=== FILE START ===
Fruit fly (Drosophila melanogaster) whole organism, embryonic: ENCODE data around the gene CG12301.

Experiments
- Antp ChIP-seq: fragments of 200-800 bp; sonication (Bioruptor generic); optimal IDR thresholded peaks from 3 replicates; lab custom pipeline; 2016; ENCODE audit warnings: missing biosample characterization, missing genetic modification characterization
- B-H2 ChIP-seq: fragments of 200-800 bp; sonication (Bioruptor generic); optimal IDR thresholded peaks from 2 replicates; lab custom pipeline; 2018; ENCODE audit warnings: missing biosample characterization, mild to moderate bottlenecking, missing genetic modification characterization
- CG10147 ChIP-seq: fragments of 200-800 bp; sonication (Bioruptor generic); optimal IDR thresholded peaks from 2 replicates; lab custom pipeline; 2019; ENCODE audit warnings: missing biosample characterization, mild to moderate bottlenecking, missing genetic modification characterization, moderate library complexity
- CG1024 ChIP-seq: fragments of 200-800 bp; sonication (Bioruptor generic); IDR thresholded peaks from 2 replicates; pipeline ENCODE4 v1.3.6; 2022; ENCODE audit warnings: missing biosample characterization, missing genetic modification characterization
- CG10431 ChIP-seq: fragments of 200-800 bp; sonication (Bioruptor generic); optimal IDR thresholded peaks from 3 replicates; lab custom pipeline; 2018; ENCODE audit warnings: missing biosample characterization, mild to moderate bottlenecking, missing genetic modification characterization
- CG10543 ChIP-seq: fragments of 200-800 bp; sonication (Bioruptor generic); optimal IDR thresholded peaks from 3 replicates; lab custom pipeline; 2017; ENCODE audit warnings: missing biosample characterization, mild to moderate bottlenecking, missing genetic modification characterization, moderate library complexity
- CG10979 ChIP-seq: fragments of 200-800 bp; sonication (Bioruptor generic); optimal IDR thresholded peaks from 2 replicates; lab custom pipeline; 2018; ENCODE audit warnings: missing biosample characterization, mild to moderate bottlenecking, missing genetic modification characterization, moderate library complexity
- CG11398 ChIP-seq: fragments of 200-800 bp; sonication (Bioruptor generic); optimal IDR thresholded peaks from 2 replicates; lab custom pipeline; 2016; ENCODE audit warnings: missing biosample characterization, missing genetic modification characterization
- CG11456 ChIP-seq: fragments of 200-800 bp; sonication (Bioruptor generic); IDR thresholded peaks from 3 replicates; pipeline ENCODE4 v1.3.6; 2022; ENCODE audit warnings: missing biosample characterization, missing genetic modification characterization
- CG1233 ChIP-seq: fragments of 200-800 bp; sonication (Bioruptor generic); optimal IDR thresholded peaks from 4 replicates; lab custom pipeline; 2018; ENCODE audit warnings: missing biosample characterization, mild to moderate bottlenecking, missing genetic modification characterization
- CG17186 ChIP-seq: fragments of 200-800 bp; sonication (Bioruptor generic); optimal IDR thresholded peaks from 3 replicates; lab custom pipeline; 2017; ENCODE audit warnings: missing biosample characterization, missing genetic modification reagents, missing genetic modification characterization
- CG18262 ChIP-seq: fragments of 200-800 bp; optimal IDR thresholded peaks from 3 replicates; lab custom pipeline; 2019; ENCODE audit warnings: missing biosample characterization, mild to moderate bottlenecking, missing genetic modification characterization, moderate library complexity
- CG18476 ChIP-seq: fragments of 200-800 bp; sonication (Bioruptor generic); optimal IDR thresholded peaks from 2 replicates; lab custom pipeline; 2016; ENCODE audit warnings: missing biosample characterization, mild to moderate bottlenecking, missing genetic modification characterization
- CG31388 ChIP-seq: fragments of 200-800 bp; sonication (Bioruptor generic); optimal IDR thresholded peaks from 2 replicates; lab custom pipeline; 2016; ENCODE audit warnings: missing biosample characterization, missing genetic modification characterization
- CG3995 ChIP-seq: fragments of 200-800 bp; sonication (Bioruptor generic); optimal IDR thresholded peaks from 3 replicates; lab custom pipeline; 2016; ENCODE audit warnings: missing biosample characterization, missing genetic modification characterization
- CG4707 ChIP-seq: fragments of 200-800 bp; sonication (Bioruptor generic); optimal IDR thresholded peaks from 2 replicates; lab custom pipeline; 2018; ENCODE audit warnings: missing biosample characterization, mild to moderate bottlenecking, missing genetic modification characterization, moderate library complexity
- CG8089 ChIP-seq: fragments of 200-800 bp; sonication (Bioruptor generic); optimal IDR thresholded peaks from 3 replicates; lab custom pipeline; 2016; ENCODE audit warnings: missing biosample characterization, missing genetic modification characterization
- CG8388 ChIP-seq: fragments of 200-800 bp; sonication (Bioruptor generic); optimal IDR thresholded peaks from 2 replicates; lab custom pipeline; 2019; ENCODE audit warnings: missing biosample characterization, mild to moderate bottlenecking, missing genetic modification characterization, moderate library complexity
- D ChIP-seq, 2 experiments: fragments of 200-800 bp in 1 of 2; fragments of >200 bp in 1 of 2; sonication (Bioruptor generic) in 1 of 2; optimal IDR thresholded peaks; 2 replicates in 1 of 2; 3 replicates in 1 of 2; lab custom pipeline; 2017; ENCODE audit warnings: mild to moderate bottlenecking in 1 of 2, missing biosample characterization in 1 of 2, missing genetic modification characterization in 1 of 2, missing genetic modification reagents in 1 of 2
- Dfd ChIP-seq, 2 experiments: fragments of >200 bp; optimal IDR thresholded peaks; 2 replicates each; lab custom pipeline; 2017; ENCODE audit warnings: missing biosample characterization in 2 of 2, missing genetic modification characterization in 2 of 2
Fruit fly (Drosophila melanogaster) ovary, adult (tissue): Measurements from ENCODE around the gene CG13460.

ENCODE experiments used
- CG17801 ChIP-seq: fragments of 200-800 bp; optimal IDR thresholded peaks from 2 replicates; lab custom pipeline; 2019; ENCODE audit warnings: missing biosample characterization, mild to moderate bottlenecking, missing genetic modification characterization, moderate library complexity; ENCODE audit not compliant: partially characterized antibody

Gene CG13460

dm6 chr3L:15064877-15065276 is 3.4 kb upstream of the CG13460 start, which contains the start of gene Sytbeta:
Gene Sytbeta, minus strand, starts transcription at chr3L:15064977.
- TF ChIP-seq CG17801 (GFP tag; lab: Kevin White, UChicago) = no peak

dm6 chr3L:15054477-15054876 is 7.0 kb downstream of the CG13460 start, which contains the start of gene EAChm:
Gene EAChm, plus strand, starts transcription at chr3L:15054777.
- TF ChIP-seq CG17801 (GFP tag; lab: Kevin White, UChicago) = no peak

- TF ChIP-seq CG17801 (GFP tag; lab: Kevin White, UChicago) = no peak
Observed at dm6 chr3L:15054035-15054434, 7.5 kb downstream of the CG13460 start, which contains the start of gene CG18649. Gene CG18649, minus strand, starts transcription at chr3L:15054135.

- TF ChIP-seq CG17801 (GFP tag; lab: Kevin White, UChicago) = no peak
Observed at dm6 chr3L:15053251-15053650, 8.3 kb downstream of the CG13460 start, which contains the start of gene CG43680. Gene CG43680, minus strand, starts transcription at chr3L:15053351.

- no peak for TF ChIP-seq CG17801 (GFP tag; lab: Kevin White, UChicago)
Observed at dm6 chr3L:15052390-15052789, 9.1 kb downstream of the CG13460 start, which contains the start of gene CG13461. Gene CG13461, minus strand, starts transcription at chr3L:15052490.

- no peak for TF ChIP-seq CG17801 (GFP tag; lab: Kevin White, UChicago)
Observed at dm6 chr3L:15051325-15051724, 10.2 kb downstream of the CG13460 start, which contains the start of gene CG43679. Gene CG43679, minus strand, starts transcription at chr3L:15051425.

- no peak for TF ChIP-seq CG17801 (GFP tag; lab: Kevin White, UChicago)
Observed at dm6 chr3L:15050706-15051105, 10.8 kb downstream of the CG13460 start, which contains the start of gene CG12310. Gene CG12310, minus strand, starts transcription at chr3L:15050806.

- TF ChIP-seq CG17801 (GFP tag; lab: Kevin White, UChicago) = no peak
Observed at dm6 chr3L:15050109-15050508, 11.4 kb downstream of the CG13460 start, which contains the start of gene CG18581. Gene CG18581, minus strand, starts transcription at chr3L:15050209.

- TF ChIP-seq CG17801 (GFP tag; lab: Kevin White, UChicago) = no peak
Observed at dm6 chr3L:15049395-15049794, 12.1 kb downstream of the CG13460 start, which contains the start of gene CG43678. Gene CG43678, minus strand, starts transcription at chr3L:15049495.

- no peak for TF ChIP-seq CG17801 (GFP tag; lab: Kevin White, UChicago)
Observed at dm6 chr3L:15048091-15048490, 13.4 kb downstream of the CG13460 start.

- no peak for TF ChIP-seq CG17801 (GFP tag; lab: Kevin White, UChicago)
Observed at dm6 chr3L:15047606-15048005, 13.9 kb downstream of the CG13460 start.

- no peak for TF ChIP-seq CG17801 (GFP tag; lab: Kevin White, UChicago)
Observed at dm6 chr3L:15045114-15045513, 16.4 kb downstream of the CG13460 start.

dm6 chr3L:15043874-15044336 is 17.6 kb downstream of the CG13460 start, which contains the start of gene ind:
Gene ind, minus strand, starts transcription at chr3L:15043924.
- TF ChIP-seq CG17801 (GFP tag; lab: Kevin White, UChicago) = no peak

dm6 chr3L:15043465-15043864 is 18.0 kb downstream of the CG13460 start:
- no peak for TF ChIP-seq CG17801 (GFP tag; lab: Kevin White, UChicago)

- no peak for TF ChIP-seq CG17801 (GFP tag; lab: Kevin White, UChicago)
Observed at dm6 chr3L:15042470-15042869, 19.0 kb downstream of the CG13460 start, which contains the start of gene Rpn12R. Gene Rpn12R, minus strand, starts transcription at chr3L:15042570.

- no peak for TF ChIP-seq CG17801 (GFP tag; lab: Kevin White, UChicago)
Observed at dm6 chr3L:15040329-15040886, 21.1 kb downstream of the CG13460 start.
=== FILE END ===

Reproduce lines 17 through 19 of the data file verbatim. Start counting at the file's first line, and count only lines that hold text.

- CG3995 ChIP-seq: fragments of 200-800 bp; sonication (Bioruptor generic); optimal IDR thresholded peaks from 3 replicates; lab custom pipeline; 2016; ENCODE audit warnings: missing biosample characterization, missing genetic modification characterization
- CG4707 ChIP-seq: fragments of 200-800 bp; sonication (Bioruptor generic); optimal IDR thresholded peaks from 2 replicates; lab custom pipeline; 2018; ENCODE audit warnings: missing biosample characterization, mild to moderate bottlenecking, missing genetic modification characterization, moderate library complexity
- CG8089 ChIP-seq: fragments of 200-800 bp; sonication (Bioruptor generic); optimal IDR thresholded peaks from 3 replicates; lab custom pipeline; 2016; ENCODE audit warnings: missing biosample characterization, missing genetic modification characterization